This is part 2 of my interview with one of my college clients, Mara White.  (Here is part 1). Today she is going to talk about how she got noticed for a college scholarship, the biggest difference between high school and college athletes, and what she would do differently if she had to do it all over again.  Enjoy.

Mara WhiteAK: Explain your college selection process.  Did you always know you wanted to run in college?  How did you decide on Belmont?  How did you get noticed?

MW: I don’t remember a time in which it wasn’t a goal to get a scholarship and run in college.  As soon as I saw success in my first season my freshman year I never looked back.  Sense the start it was never a question of whether or not I would continue my career collegiately but rather where.

My sophomore year I ran 5:01 for the mile at the OHSAA state championships and earned all-Ohio honors.  Times are posted so all college coaches were able to see this performance.  This race is what put my name out there.  Recruiting runners is much easier than most other sports.  Every time you race your times are posted somewhere on the internet.  A coach can very easily find all of a runners stats online.

My college decision process was nothing short of a nightmare.  After talking to and visiting a few schools I had decided that I wanted to attend West Point, and the coach there assured me that if I came and visited and fell in love with it that he could get me there.  Well after about 4 separate medical exams it came back that I had been disqualified because of asthma and would not be able to attend the academy, or serve in the Military.  So in mid-May I had called up my next favorite school which happened to be Belmont University.

Belmont was my Hail Mary pass. It was the middle of May, signing day was about twelve weeks earlier, and I had nowhere to go to school.  I am so lucky that I was welcomed with open arms at the very last minute.  I love Belmont for its small family team atmosphere.  I am not by any means a number, and that is very important to me. I also really value the private education.  The class sizes are very small and each of my professors know who I am.  I still get to run at the Division I level against the big state schools, but I get the small school atmosphere.  Not to mention I love country music so the downtown Nashville location was a little bonus.

AK: Do you think working with us helped you prepare for the demands of your sport at the collegiate level?

MW: It’s often not very common for a distance runner to lift.  I definitely came in with a good sense of how to use a weight room and how to lift properly.  I was used to working out at least twice a day in high school because I would practice with my HS team and then come workout with you so that wasn’t much of an adjustment.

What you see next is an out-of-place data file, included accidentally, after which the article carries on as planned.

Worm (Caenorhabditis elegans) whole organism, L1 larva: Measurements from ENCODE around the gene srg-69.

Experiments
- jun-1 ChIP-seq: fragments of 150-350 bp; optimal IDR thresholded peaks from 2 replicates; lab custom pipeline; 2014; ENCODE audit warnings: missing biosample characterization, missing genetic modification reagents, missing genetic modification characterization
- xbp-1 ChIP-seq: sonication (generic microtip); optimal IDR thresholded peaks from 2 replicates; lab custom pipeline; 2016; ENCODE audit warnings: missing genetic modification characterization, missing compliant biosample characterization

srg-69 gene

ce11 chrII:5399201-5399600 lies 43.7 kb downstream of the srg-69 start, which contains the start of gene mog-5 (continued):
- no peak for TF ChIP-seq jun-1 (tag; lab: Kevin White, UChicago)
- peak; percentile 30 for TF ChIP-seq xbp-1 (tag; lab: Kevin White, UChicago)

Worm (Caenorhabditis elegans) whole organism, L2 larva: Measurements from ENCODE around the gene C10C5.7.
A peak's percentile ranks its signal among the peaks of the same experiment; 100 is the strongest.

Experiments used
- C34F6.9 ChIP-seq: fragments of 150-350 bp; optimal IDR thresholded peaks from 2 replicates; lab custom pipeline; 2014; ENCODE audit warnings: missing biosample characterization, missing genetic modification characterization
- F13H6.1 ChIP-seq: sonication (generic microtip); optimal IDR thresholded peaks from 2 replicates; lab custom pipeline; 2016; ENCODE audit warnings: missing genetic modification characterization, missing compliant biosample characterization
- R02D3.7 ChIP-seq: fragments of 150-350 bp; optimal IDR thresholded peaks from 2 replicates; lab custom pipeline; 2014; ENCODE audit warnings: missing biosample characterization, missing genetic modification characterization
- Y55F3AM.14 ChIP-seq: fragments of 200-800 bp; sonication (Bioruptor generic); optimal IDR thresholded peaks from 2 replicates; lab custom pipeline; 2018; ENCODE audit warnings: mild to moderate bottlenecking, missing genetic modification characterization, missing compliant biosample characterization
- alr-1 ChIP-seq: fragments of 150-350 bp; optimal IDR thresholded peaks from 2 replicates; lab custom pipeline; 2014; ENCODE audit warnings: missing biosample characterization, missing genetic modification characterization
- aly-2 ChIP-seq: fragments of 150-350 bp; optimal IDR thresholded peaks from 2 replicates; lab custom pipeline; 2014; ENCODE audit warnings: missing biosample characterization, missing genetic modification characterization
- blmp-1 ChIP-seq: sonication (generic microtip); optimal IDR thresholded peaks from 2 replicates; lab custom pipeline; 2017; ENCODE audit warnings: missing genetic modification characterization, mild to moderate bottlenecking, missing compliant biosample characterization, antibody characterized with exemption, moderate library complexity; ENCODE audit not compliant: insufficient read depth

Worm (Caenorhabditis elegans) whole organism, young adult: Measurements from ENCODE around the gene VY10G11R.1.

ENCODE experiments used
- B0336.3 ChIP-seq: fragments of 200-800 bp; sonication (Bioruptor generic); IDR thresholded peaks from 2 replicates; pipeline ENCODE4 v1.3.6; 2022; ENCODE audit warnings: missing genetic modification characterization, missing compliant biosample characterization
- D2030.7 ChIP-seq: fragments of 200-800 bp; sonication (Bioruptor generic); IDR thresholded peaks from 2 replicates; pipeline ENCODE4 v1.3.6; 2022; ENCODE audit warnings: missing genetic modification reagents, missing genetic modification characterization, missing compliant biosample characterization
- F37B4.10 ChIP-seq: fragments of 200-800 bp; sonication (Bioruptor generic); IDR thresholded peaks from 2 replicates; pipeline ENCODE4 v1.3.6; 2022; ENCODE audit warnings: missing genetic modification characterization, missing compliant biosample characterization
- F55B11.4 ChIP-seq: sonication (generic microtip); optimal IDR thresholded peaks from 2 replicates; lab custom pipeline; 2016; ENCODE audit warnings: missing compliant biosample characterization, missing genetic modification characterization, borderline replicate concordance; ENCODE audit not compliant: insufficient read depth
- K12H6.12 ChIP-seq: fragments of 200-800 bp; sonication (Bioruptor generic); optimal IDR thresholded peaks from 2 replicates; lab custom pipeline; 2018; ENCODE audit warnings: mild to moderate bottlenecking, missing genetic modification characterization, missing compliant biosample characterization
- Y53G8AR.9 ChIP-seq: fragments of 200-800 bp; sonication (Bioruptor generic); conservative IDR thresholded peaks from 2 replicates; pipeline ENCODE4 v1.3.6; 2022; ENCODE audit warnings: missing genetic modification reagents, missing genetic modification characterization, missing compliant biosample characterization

AK: What has your training been while in college for cross country/track (whether by yourself or with your team)?  Lifting, speed work, etc.  Was it similar to some of the work you did with us or different?

MW: Well unfortunately I haven’t really trained too much because of my injuries. But as a team we do no speed/agility type stuff, also no plyos. As far as the lifting goes it is very comparable. Core and leg focused with some arm stuff thrown in from time to time. I would say though that lifting with you was more intense than the lifts I have done thus far.

AK: What has been the biggest difference between high school and college athletics?

MW: In high school I would maybe have one other teammate that was at the same training level as myself.  In college now I have 10 other girls who are there to run with me and push me.  It’s an amazing feeling.  College is obviously much more intense.  At the high school level there may be one or two studs in a race. At the DI college level every girl racing was that stud in high school.  In high school your top girls go to run collegiately.  In college your top girls go to the Olympics.

AK: If you were to do it all over again, what would you do differently in high school to better prepare you for your college sport?

MW: I would have been smarter.  I damaged my bones by overtraining at a young age when my bones hadn’t fully developed.  It was very easy my senior year to want to be a successful as I could so I would run as much as I wanted.  I never needed a coach to push me, I need a coach to hold me back some.  So if I would do it over I would just train smarter.  I would focus on the little things like diet that could have made all the difference but when I was younger it wasn’t something I was very knowledgeable on.

AK: When not competing or training, what do you like to do to unwind?

MW: Horses are one of my other passions. I love to ride, maybe even more than I love to run. When I have downtime I just tend to veg out completely. Now that I am in college there is very little free time so if the opportunity ever arises to do absolutely nothing I jump on it any chance I get. I do live in Nashville so we head down to Broadway and go line dancing which is always a good time. We got about ten feet from the stage at a Luke Bryan concert this past fall which was amazing so it’s great to take advantage of those sorts of opportunities in Nashville.

AK: What do you want to do with your life once college is done?

MW: I think law school is my next stop.  I don’t know where yet, but I see myself staying in the south or heading out west maybe.  I will always train, and run as long as my body will let me. Even after my college years are complete I won’t stop being active.  I’ll probably run at least one marathon once my college days are over.  Competing is a part of me so if it isn’t collegiately I am sure I will find somewhere else to channel it, and I’m sure I will keep finding reasons to come bug you.